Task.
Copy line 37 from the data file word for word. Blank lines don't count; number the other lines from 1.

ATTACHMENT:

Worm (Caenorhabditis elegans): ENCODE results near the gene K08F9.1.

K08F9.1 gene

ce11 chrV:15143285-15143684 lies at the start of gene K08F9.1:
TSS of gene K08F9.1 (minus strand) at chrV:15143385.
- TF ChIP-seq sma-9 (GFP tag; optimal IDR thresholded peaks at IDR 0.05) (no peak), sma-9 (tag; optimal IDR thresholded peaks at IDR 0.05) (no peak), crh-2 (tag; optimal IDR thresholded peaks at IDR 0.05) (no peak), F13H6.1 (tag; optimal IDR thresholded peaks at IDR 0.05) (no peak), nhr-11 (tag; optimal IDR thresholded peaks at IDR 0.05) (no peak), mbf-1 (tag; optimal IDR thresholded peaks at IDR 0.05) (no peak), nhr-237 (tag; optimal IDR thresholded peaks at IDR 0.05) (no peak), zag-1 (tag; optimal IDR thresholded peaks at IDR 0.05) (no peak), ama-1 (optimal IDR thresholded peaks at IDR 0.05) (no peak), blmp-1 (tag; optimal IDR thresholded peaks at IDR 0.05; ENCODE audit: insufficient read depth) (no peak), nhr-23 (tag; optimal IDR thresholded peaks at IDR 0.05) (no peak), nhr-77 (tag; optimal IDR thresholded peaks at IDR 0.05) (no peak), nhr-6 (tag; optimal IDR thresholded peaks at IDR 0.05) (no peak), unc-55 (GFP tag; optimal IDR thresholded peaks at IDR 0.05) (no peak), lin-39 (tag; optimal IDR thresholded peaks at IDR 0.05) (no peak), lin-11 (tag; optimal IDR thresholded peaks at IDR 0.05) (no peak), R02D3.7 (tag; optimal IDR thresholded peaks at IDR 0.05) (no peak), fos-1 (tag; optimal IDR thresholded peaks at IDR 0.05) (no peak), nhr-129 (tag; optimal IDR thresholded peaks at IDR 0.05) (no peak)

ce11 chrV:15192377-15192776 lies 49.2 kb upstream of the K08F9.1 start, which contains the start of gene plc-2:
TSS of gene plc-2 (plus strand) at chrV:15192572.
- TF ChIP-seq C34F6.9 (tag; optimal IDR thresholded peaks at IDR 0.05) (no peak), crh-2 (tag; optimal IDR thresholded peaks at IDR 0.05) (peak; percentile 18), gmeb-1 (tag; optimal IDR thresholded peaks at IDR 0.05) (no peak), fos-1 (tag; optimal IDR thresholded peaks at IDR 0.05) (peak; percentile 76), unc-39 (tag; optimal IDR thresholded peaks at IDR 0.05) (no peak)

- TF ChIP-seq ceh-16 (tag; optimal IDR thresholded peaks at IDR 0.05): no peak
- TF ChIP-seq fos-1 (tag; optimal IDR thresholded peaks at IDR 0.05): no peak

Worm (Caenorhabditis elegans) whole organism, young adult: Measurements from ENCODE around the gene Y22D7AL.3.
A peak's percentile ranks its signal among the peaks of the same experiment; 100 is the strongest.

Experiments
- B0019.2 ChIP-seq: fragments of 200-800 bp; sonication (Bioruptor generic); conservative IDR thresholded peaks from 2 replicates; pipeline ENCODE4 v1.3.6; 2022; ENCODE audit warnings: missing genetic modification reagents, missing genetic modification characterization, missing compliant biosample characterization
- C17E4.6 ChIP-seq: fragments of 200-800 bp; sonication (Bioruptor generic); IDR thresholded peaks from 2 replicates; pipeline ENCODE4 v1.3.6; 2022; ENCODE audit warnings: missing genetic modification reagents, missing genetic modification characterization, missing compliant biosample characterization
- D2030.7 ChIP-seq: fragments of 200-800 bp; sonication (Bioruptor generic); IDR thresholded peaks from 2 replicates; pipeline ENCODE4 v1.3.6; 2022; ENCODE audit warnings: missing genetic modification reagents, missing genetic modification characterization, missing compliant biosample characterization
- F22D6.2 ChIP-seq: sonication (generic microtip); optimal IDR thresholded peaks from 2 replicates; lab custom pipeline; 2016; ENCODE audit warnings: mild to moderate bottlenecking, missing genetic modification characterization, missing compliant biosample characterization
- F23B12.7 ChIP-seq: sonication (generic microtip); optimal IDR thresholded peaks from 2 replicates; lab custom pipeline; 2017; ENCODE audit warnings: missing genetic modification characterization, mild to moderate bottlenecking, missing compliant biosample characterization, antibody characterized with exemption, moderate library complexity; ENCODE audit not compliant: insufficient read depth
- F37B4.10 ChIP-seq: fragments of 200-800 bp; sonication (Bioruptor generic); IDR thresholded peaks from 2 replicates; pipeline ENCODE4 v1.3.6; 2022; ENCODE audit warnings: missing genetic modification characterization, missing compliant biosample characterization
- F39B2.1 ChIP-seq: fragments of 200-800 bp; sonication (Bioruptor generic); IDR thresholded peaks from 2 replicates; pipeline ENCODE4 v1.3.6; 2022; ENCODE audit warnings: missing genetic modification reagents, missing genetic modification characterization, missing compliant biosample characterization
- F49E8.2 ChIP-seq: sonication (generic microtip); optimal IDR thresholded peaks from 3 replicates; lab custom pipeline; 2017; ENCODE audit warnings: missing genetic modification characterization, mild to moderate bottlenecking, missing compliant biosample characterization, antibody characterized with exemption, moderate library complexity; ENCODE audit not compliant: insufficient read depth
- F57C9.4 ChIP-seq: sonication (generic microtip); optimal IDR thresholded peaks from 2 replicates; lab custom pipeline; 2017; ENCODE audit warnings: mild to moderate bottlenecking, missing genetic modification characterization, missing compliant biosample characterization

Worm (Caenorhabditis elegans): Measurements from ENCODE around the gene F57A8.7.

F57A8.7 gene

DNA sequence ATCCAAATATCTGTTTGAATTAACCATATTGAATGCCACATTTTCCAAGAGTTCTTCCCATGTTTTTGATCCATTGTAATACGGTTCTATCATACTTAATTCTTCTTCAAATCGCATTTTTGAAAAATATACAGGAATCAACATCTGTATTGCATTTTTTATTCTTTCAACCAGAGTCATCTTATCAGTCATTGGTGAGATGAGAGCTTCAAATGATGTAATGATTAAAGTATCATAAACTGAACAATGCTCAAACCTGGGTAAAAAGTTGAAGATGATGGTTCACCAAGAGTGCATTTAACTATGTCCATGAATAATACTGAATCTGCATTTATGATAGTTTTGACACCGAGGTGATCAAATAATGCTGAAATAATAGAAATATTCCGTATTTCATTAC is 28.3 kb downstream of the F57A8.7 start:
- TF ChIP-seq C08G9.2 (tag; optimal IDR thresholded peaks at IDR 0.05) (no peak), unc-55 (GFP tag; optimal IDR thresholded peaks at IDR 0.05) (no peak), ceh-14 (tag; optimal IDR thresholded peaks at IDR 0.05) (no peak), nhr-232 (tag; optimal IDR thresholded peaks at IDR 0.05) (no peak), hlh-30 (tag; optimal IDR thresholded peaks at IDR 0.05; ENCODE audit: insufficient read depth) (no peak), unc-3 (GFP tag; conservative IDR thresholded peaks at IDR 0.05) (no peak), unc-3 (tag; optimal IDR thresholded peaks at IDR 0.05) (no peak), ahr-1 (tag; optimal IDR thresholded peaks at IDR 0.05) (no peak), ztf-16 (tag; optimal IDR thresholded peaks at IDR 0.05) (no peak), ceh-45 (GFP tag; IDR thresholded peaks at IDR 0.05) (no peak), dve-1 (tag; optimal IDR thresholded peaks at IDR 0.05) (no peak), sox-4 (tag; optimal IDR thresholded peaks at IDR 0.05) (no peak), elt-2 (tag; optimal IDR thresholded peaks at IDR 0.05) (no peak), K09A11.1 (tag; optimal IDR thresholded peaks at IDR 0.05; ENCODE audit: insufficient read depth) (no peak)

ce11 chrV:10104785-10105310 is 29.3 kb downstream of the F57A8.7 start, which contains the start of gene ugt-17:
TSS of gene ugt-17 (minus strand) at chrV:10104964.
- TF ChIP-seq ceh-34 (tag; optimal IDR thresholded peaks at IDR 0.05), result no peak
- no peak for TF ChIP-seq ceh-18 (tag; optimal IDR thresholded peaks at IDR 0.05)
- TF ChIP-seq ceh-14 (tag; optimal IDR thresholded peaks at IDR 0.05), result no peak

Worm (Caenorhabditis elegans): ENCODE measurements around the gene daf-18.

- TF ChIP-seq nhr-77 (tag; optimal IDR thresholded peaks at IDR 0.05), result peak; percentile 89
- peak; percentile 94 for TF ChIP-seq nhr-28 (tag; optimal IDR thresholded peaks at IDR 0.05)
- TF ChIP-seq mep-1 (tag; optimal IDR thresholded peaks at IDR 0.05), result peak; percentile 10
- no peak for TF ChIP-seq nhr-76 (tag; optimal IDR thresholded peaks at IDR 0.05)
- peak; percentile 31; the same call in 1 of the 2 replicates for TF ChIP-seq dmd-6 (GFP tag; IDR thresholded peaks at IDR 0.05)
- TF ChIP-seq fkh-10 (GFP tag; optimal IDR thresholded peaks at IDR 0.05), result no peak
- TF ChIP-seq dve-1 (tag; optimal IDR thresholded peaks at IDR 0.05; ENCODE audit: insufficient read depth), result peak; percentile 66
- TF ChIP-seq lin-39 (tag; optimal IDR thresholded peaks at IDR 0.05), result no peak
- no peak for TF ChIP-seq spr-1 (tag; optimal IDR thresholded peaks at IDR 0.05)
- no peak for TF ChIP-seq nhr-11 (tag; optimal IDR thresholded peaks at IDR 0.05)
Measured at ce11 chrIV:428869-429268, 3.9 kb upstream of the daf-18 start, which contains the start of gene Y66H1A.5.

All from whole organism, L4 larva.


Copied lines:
- peak; percentile 31; the same call in 1 of the 2 replicates for TF ChIP-seq dmd-6 (GFP tag; IDR thresholded peaks at IDR 0.05)